The 9th Women’s Asia Cup being played at the Sultan Qaboos Sports Complex in Muscat attaches a great deal of significance for the Indian hockey eves like it does for teams such as Japan, South Korea, and China. Of course, the tag of ‘defending champions’ will sit comfortably with the Blueskirts given their headlines-grabbing fourth-place finish at the Tokyo Olympics, especially when many were not even expecting them to make it to the quarterfinal stage.
Indian women hockey is on a high after the Olympics high but let’s also no lose sight of the fact that the team comes into the tournament bereft of adequate match practice – the 2021 Asian Champions Trophy held at Donghae saw Indian eves only play one game against Malaysia, which was a one-way traffic with the girls giving their opponents a shellacking with a 13-0 win. That was it – India had to cry out of the competition as one of their players tested Covid positive. Effectively, the Indian women’s team haven’t played a single international game since the Tokyo Olympics if you take one Malaysia game out of the equation.
It is easy to think of India as the red-hot favourties of the 10th Asia Cup. Fair enough – they have dished out a stuninng performance at the Olympics – other Asian teams are raising the improvement bar as well. Japan under former Indian goalkeeper Jude Menezes as chief coach turned in a blockbuster performance to win the 2021 Asian Champions Trophy. The Japanese girls are teeming with confidence and have beaten South Korea twice in that tourney as well as prevailed over China. The quality gap between these teams isn’t much but yes, Japan are on a roll at the moment and from the looks of it, Japan and South Korea are also strong contenders alongside India.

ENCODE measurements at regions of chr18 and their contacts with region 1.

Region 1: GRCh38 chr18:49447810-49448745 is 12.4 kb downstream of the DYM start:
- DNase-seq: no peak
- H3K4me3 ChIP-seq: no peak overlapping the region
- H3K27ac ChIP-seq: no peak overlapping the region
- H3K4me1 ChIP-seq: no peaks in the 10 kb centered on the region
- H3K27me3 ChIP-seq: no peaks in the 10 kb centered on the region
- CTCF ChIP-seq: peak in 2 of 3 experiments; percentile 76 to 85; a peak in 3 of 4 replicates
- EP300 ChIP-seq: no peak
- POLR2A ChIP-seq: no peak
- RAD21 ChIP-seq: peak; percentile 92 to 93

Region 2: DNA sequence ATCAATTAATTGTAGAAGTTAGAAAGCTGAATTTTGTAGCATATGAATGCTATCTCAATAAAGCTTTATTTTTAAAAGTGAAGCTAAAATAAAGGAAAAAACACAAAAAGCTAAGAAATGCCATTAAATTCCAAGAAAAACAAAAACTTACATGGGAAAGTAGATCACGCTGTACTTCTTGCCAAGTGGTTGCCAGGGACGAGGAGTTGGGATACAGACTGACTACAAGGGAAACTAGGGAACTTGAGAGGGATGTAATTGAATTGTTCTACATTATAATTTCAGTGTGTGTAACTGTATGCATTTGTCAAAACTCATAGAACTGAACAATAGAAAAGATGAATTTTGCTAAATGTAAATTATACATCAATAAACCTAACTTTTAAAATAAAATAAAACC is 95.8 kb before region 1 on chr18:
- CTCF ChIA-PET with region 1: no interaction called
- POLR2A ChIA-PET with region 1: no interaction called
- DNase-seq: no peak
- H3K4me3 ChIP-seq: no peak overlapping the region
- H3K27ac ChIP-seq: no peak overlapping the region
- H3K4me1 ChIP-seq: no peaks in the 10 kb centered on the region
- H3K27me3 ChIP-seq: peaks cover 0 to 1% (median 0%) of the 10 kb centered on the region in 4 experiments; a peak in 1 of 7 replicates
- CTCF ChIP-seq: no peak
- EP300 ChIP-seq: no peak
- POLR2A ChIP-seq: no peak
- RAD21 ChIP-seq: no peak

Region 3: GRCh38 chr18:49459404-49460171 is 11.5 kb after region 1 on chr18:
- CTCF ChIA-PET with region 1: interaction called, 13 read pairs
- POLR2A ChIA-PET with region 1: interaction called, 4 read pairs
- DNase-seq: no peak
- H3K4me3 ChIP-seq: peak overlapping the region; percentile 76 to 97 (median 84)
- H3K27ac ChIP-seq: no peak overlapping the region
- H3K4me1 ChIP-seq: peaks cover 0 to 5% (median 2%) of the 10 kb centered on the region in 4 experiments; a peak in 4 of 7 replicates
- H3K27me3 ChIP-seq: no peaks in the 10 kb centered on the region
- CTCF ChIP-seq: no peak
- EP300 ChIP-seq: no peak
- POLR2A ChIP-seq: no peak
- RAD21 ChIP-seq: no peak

The Savita Pooina-led Indian women’s team will be without their regular captain and forward Rani Rampal for the second consecutive time (she was not included for the Asian Champions Trophy as well). To be honest, the Indian women’s hockey team are strong unit and the absence of one or two key players may not make much of an impact. At the Tokyo Olympics, Rani Rampal looked far below her best (going by her own lofty standards), both in terms of creating or scoring goals. But it was an opportunity for the likes of Vandana Katariya, Navneet Kaur, Sharmila Devi and Lalremsiami to stand up and be counted.
The Indian eves have more or less the same group of players that did Olympic duty. Jyoti and Mariana Kujur are two new faces in the side – both were part of the Asian Champions Trophy side – in fact, Jyoti scored twice in the 13-0 win over Malaysia in the Asian Champions Trophy. Two young forwards – Rajwinder Kaur and Sonika did impress in the
Asian Champions Trophy scoring once in the big win over Malaysia but it is unfortunate that they had to sit out as the duo of Sharmila and Lalremsiami marked a return to the side after they were not considered for the Asian Champions Trophy (they were picked for the Junior Women’s World Cup that was postponed owing to Covid-19).
Vastly experienced Sushila Chanu along with the talented quarter of Salima Tete, Neha Goyal, Neha Warsi and Navjot Kaur gives out an impression that our midfiled is in good health. For Janneke Schopman, this is her stastically second international assignment but effective her first given India’s withdrawal in the Asian Champions Trophy. She has a strong team to deliver the results and a lot will hinge on how fullback Gurjit Kaur shapes up – she adds value not just with her power-packed drag-flicks but with her decisive defending. Monika Malik and Nikki Pradhan are extremely dependable in defence. Udita, who started off as a forward-now-turned fullback has acquited herself well at the Olympics, and with Savita in the cage Indian deep defence wears a formidable look.
India may not lose sweat over finishing among top four – which is imperative to seal their 2022 World Cup berth but what is critical is they need to get much solid match exposure so that they are well-armed to compete in the Pro Hockey League and 2022 World Cup.
Indian eves have the ammuntion to crown themselves in glory at Muscat but the likes of Japan and South Korea aren’t going to offer that on a platter. Every side is beatable in modern hockey and complacency is the last thing Indian eves would want in a year packed with crucial international tournaments.